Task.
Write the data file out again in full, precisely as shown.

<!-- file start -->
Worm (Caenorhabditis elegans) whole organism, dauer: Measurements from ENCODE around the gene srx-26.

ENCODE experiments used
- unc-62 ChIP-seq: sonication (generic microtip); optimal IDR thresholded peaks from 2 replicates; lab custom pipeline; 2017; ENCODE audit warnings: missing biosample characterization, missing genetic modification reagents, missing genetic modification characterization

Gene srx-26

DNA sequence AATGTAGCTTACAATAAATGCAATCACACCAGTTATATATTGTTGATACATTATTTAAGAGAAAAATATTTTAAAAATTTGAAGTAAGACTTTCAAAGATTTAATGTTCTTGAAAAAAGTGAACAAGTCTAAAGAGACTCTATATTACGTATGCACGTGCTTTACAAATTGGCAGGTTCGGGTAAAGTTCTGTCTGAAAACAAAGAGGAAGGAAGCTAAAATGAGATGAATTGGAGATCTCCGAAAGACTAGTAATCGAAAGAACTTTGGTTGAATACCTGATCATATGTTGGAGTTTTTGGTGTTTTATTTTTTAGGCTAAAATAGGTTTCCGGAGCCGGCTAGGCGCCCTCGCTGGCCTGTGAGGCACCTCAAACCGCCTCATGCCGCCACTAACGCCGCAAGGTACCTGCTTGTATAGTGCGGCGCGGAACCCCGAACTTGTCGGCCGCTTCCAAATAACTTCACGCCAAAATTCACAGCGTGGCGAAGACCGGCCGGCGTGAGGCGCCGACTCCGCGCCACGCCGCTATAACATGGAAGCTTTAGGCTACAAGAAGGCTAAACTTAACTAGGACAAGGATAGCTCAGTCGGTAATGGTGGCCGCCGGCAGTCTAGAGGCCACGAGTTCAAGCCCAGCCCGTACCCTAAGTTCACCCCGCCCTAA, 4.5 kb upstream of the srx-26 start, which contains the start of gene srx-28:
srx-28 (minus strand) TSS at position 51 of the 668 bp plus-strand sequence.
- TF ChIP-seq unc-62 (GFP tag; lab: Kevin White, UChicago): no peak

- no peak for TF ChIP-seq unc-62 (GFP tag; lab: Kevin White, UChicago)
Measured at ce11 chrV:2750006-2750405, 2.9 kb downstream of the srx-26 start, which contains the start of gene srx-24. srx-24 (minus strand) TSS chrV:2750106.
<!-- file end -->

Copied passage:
Worm (Caenorhabditis elegans) whole organism, dauer: Measurements from ENCODE around the gene srx-26.

ENCODE experiments used
- unc-62 ChIP-seq: sonication (generic microtip); optimal IDR thresholded peaks from 2 replicates; lab custom pipeline; 2017; ENCODE audit warnings: missing biosample characterization, missing genetic modification reagents, missing genetic modification characterization

Gene srx-26

DNA sequence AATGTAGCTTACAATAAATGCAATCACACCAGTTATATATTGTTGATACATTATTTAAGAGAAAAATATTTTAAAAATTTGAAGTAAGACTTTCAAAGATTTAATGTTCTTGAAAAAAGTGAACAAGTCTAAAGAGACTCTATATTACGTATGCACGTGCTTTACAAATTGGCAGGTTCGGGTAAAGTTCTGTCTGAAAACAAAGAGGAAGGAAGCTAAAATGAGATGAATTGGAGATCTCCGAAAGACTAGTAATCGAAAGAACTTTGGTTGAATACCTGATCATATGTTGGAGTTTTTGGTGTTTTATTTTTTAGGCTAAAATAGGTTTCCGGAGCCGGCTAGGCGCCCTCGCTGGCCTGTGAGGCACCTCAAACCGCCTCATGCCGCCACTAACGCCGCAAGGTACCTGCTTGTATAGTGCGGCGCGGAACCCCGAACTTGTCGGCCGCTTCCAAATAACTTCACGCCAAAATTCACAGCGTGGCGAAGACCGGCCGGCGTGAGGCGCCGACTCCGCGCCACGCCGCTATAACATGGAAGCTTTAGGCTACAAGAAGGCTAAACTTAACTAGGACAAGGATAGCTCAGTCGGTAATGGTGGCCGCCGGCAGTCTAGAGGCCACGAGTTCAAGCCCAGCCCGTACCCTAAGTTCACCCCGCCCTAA, 4.5 kb upstream of the srx-26 start, which contains the start of gene srx-28:
srx-28 (minus strand) TSS at position 51 of the 668 bp plus-strand sequence.
- TF ChIP-seq unc-62 (GFP tag; lab: Kevin White, UChicago): no peak

- no peak for TF ChIP-seq unc-62 (GFP tag; lab: Kevin White, UChicago)
Measured at ce11 chrV:2750006-2750405, 2.9 kb downstream of the srx-26 start, which contains the start of gene srx-24. srx-24 (minus strand) TSS chrV:2750106.